HELSINKI — For the Kremlin, the summit was only the beginning.
Russian commentators and politicians declared the meeting here between Presidents Trump and Vladimir Putin a triumph, concluding that Trump was finally serious about fulfilling his campaign promise to improve relations with Moscow.
“It is here in Helsinki where the first step toward a better future was made,” government newspaper Rossiyskaya Gazeta proclaimed.
Now, Russian officials are waiting to see whether Trump’s words will translate into action or fall flat in the face of a U.S. establishment that they view as determined to reverse the thaw.
Andrei Klimov, deputy head of the foreign affairs committee in Russia’s upper house of parliament, said in an interview Tuesday that he expected senior U.S. and Russian officials to meet repeatedly in the next six months and hammer out a “road map” toward resolving contentious issues and deepening cooperation.
Intelligence agencies, for instance, need to start working together more closely to prevent the proliferation of weapons of mass destruction, Klimov said. Nuclear arms control and solutions to the Syria and Ukraine crises need to be discussed, he added.
After the summit, Putin told Fox News that he was ready to extend the New START treaty governing Russian and U.S. strategic nuclear weapons, presenting perhaps the most concrete matter on which the Kremlin is looking for U.S. engagement. The Russian Defense Ministry issued a statement Tuesday declaring that it was ready to “activate contacts” with its U.S. counterparts to discuss arms control, “cooperation in Syria” and other security matters.
“We now have the chance to improve our relationship, a chance we haven’t had for a long time,” Klimov said. “Now the main thing is not to lose this opportunity.”
Many analysts in Russia and in the West doubt Putin’s commitment to negotiating in good faith, particularly on Ukraine and Syria, where he has used military force to assert and expand Russian influence. To Putin’s allies, Trump’s apparent readiness to ignore his advisers’ skepticism about negotiating with Russia on those issues was the most important outcome of the summit.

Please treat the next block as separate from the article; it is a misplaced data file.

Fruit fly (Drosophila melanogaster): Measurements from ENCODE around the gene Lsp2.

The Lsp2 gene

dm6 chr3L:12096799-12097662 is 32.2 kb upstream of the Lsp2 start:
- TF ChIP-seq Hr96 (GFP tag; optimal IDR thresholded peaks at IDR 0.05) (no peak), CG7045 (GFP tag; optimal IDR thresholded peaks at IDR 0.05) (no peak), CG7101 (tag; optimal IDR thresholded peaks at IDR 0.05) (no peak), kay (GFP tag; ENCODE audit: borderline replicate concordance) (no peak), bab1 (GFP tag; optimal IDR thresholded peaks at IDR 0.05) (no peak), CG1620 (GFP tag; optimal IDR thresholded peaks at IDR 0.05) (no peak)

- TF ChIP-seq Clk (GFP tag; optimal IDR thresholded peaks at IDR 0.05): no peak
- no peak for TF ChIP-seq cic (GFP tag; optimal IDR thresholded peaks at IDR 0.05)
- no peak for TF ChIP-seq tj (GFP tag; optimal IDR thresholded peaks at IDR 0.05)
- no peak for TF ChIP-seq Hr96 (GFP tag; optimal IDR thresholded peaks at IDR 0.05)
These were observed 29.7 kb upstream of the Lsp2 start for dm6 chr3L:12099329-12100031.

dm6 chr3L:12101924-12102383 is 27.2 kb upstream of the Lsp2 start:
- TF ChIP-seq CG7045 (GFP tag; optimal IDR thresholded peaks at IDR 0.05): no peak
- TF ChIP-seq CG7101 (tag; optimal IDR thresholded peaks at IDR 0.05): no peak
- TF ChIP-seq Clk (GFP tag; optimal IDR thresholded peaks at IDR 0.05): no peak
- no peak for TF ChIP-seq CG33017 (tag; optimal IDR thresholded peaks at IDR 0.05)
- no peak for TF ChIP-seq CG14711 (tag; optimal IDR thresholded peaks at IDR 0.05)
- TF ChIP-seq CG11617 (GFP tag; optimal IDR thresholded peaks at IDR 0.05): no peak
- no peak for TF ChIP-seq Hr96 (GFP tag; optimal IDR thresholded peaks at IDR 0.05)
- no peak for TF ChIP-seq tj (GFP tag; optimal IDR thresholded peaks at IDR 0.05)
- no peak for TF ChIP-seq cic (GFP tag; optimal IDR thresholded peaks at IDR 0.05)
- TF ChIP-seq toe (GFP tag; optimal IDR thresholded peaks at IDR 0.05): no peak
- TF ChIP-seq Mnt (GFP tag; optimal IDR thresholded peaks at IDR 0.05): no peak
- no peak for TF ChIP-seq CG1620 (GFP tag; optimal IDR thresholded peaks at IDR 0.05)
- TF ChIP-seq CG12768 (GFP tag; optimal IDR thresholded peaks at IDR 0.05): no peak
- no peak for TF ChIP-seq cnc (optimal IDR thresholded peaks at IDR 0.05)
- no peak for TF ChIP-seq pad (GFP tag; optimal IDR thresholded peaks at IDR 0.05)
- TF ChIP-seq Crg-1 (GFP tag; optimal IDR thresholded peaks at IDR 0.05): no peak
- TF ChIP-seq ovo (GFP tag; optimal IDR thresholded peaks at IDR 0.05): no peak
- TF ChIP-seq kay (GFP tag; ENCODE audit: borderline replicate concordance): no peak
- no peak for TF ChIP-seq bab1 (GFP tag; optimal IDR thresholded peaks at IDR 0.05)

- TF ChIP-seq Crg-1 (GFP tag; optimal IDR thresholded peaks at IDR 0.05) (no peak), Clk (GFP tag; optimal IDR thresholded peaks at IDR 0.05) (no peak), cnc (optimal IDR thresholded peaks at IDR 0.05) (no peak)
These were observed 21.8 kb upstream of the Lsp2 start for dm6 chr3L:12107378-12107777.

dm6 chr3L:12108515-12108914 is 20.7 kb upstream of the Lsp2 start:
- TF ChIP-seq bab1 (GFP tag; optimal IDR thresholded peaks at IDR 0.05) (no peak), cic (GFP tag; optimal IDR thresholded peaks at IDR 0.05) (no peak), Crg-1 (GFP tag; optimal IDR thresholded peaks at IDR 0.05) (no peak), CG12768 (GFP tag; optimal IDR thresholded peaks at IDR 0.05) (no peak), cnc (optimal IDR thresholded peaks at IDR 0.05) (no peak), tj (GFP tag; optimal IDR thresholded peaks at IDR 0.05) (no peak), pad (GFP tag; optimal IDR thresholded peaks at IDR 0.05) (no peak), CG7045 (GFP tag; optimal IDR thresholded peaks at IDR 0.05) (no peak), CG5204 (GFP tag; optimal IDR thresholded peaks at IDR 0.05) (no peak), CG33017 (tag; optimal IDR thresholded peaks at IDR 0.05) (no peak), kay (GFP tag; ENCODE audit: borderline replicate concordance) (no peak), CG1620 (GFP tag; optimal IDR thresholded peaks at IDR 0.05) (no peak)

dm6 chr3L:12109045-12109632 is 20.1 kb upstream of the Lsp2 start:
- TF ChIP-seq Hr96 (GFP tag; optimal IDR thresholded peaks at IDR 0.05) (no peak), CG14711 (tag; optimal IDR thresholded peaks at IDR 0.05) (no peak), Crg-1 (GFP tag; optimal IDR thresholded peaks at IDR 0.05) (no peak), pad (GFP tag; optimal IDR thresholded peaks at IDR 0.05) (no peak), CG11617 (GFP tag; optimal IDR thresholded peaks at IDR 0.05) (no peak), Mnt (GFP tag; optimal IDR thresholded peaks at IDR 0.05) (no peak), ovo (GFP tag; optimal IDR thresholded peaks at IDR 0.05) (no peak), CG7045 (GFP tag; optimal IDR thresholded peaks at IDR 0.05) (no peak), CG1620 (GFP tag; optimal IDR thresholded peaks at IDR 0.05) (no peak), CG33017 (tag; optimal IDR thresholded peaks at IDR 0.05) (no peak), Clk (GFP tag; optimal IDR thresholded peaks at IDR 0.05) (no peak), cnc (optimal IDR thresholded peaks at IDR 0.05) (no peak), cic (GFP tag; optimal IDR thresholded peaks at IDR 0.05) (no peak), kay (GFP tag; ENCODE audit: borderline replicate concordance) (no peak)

“We have been waiting for this meeting since the time of Trump’s election, because he promised to improve relations with Russia,” Leonid Kalashnikov, chairman of the Eurasian integration committee in Russia’s lower house of parliament, said on a state TV talk show after Monday’s summit. “I think that Russia has won now — well, we don’t know the results yet, but the fact that this meeting took place is a victory for us.”
The summit represented a personal triumph for Putin, who faces the prospect that the burst of patriotism that boosted him at home after Russia’s 2014 annexation of Crimea from Ukraine is wearing off. His approval rating has dropped about 20 percentage points, to around 50 percent, in recent months amid economic stagnation and a government effort to raise the retirement age. The summit sharpened Putin’s image as a leader rebuilding Russian influence on the world stage, one who solves global problems face to face with the leader of the world’s most powerful country.
The Helsinki gathering took place in the wake of “all the talk of Russia as a regional country with a torn-apart economy, a country in international isolation,” lawmaker Vyacheslav Nikonov said on the same TV program. Now, he said, the world is “coming to understand that the situation on the planet depends on dialogue between two great world powers.”
The Kremlin is likely to seek to ramp up the pressure on Trump to make good on his promise to improve U.S.-Russia relations despite the head winds in Washington. Putin told a Russian television interviewer Monday that he expects to meet with Trump again soon, potentially at the East Asia Summit in Singapore or the Group of 20 meeting in Argentina in November and December, according to the Interfax news agency.
Trump’s rejection on Monday of his intelligence agencies’ conclusions about Russian interference in the 2016 election dovetailed with Russian state media’s longtime depictions of a sinister U.S. establishment. The furious criticism of Trump’s performance at the news conference with Putin from across the U.S. political spectrum reinforced the story line that Trump is fighting a “deep state” in his effort to improve relations with Russia. (On Tuesday, Trump walked back his comments and said he accepts his intelligence agencies’ findings.)
“For the general public, Trump’s comments will confirm the narrative that has been cultivated by the Russian state media,” said Alexander Gabuev, a senior fellow at the independent Carnegie Moscow Center think tank. That narrative, according to Gabuev: “Donald Trump may be a strange personality, but he is a good guy who is smart enough to understand how important it is for the U.S. to be friends with Russia.”
On another leading state TV talk show late Monday, host Vladimir Solovyov read aloud the condemnations of Trump’s Helsinki comments by leading U.S. politicians. Then he cut to Trump questioning the whereabouts of a Democratic computer server in response to a question on Russian interference in the 2016 election.
“When Trump was talking about those servers, he was defending his life!” talk-show guest Karen Shakhnazarov, a prominent filmmaker, then shouted. “Not his post, but his life! He knows very well what the American system is and how it treats people who go against the establishment.”
Natalia Abbakumova in Moscow contributed to this report.